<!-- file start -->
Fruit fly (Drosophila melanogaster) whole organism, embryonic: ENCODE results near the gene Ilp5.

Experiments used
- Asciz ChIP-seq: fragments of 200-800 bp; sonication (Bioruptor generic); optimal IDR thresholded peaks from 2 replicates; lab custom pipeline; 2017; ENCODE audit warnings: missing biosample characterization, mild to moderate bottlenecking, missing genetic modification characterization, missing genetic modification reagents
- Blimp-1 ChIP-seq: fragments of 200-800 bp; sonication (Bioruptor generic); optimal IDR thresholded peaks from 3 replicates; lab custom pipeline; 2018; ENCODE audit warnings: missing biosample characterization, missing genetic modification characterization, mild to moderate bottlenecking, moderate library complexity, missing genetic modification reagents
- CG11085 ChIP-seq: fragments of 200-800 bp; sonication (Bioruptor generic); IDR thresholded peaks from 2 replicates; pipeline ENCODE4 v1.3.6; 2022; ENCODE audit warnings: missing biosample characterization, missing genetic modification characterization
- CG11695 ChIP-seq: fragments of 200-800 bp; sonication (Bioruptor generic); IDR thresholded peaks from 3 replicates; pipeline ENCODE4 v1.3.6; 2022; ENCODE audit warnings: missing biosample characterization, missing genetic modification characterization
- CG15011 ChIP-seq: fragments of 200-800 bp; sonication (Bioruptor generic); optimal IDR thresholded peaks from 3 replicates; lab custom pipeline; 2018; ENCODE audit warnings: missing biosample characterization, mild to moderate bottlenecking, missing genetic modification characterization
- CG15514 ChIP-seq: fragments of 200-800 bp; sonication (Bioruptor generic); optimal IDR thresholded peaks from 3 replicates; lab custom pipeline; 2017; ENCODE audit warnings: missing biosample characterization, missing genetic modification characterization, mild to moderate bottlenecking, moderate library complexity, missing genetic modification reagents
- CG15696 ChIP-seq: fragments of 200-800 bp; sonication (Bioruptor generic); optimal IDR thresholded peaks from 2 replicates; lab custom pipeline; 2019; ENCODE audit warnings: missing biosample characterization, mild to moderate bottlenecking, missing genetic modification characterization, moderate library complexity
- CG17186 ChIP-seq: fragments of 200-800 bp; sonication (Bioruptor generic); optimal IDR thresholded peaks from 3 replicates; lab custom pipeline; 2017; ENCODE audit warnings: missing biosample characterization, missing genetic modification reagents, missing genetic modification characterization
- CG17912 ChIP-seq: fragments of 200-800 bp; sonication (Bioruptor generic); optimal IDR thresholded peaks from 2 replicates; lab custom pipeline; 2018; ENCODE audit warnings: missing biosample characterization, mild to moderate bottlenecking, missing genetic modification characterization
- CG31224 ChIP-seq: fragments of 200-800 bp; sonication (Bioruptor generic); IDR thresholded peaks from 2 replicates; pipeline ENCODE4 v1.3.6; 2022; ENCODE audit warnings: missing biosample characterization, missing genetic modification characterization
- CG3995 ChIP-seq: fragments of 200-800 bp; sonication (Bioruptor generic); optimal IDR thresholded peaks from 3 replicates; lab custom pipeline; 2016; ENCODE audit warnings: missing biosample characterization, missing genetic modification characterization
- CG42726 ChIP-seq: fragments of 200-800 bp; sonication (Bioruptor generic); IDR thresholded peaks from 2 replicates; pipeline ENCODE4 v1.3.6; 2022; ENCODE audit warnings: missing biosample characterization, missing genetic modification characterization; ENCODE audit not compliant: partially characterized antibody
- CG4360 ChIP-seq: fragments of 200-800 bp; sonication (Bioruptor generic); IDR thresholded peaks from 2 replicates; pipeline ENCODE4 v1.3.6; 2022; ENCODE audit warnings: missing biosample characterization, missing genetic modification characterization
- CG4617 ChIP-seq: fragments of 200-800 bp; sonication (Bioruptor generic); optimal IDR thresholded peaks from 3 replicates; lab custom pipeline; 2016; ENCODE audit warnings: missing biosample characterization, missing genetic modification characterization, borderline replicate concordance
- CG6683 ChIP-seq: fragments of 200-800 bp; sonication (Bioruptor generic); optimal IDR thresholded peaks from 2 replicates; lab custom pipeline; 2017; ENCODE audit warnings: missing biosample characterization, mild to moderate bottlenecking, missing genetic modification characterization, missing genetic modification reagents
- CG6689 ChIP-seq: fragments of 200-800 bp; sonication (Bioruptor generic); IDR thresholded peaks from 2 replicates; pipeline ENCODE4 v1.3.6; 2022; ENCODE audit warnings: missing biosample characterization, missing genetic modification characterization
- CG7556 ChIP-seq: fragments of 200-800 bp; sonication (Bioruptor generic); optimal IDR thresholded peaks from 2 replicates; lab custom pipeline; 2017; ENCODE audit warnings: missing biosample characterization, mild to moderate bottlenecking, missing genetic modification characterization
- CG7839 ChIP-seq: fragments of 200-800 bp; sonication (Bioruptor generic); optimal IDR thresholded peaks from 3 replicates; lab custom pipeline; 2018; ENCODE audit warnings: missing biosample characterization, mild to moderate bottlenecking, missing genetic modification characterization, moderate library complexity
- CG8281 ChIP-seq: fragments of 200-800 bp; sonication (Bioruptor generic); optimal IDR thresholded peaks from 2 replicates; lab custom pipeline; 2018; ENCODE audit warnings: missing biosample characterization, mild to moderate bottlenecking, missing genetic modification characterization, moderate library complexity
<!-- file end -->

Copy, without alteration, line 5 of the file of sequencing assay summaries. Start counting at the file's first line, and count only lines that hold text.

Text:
- CG11085 ChIP-seq: fragments of 200-800 bp; sonication (Bioruptor generic); IDR thresholded peaks from 2 replicates; pipeline ENCODE4 v1.3.6; 2022; ENCODE audit warnings: missing biosample characterization, missing genetic modification characterization